Date of Award

6-23-2018

Degree Type

Dissertation

Degree Name

Ph.D.

Department

Computer Science

First Advisor

B. Boufama

Keywords

Disparity, Disparity-Augmented Trajectory, Human Activity Recognition, Trajectory

Rights

CC-BY-NC-ND

Abstract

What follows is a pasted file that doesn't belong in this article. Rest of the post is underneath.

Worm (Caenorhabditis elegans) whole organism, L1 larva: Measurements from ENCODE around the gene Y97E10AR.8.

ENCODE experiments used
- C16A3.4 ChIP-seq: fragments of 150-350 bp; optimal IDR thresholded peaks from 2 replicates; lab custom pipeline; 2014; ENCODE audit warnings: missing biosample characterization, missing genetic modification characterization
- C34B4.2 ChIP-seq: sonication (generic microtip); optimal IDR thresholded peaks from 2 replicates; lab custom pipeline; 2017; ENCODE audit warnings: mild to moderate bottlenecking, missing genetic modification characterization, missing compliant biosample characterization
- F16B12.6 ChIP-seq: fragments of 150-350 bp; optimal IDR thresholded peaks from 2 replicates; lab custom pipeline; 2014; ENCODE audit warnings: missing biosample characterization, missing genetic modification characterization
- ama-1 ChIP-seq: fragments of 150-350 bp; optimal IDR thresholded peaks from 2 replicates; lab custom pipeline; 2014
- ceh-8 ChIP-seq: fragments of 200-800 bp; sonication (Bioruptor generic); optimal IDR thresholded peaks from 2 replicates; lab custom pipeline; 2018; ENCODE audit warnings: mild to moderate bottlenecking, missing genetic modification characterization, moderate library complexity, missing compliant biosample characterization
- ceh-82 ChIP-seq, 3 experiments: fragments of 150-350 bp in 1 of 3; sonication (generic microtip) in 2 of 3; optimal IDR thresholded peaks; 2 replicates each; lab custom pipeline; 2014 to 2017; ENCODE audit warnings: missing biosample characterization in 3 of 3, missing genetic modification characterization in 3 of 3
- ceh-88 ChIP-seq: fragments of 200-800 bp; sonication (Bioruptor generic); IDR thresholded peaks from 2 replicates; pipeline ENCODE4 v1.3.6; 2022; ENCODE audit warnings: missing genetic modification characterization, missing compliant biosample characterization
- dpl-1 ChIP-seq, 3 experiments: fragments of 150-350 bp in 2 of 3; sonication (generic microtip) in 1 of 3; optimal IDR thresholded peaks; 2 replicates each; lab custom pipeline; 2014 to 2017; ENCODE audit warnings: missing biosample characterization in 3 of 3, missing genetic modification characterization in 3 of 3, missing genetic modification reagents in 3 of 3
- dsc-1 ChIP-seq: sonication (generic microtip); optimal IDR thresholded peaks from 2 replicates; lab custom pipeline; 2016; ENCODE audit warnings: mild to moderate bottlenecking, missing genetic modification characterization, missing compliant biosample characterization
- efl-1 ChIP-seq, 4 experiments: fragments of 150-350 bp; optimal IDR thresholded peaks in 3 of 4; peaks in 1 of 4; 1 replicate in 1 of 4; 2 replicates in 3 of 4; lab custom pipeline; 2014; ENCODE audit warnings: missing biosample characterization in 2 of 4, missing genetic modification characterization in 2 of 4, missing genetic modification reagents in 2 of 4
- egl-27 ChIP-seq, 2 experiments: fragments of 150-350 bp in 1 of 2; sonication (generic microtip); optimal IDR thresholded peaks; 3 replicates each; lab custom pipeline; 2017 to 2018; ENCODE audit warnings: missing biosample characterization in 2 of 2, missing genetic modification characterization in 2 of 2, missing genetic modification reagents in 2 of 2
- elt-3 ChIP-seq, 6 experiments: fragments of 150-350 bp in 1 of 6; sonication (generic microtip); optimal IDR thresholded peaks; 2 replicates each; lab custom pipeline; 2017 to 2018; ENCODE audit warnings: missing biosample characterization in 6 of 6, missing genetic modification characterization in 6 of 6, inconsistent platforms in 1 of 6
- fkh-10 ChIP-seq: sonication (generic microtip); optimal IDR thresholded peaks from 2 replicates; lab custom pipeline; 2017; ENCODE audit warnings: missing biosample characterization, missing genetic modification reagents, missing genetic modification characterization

Human activity recognition has been a hot topic for some time. It has several challenges, which makes this task hard and exciting for research. The sparse representation became more popular during the past decade or so. Sparse representation methods represent a video by a set of independent features. The features used in the literature are usually lowlevel features. Trajectories, as middle-level features, capture the motion of the scene, which is discriminant in most cases. Trajectories have also been proven useful for aligning small neighborhoods, before calculating the traditional descriptors. In fact, the trajectory aligned descriptors show better discriminant power than the trajectory shape descriptors proposed in the literature. However, trajectories have not been investigated thoroughly, and their full potential has not been put to the test before this work. This thesis examines trajectories, defined better trajectory shape descriptors and finally it augmented trajectories with disparity information. This thesis formally define three different trajectory extraction methods, namely interest point trajectories (IP), Lucas-Kanade based trajectories (LK), and Farnback optical flow based trajectories (FB). Their discriminant power for human activity recognition task is evaluated. Our tests reveal that LK and FB can produce similar reliable results, although the FB perform a little better in particular scenarios. These experiments demonstrate which method is suitable for the future tests. The thesis also proposes a better trajectory shape descriptor, which is a superset of existing descriptors in the literature. The examination reveals the superior discriminant power of this newly introduced descriptor. Finally, the thesis proposes a method to augment the trajectories with disparity information. Disparity information is relatively easy to extract from a stereo image, and they can capture the 3D structure of the scene. This is the first time that the disparity information fused with trajectories for human activity recognition. To test these ideas, a dataset of 27 activities performed by eleven actors is recorded and hand labelled. The tests demonstrate the discriminant power of trajectories. Namely, the proposed disparity-augmented trajectories improve the discriminant power of traditional dense trajectories by about 3.11%.

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